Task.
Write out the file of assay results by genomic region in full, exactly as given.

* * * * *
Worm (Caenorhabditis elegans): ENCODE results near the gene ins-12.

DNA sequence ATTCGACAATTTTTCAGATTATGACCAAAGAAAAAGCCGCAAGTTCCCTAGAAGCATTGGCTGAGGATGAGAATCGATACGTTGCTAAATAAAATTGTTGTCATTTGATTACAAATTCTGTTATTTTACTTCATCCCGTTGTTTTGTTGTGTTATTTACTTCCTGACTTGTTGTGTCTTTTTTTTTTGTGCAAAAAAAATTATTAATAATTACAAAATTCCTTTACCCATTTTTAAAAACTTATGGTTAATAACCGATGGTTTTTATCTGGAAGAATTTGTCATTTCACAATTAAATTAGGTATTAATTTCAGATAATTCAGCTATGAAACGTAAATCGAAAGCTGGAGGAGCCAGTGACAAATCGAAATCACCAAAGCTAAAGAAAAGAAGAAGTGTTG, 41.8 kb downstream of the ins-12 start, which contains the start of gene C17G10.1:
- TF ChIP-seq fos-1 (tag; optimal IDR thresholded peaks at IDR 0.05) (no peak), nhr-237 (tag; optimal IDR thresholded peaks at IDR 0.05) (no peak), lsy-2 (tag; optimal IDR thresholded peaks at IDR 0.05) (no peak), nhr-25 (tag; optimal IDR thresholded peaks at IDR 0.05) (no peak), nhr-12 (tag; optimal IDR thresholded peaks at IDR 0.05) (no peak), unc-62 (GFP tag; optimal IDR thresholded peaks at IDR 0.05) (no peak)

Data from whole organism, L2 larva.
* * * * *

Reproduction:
Worm (Caenorhabditis elegans): ENCODE results near the gene ins-12.

DNA sequence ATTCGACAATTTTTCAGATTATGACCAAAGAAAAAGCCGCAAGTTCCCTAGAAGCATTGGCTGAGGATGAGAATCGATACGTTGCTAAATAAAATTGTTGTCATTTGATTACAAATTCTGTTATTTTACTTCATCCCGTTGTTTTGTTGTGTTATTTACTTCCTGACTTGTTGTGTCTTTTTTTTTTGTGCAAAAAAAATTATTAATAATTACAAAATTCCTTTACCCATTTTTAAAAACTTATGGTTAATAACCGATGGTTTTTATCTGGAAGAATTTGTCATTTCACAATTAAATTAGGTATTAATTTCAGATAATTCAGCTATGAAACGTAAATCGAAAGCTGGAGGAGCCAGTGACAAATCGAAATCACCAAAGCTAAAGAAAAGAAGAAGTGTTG, 41.8 kb downstream of the ins-12 start, which contains the start of gene C17G10.1:
- TF ChIP-seq fos-1 (tag; optimal IDR thresholded peaks at IDR 0.05) (no peak), nhr-237 (tag; optimal IDR thresholded peaks at IDR 0.05) (no peak), lsy-2 (tag; optimal IDR thresholded peaks at IDR 0.05) (no peak), nhr-25 (tag; optimal IDR thresholded peaks at IDR 0.05) (no peak), nhr-12 (tag; optimal IDR thresholded peaks at IDR 0.05) (no peak), unc-62 (GFP tag; optimal IDR thresholded peaks at IDR 0.05) (no peak)

Data from whole organism, L2 larva.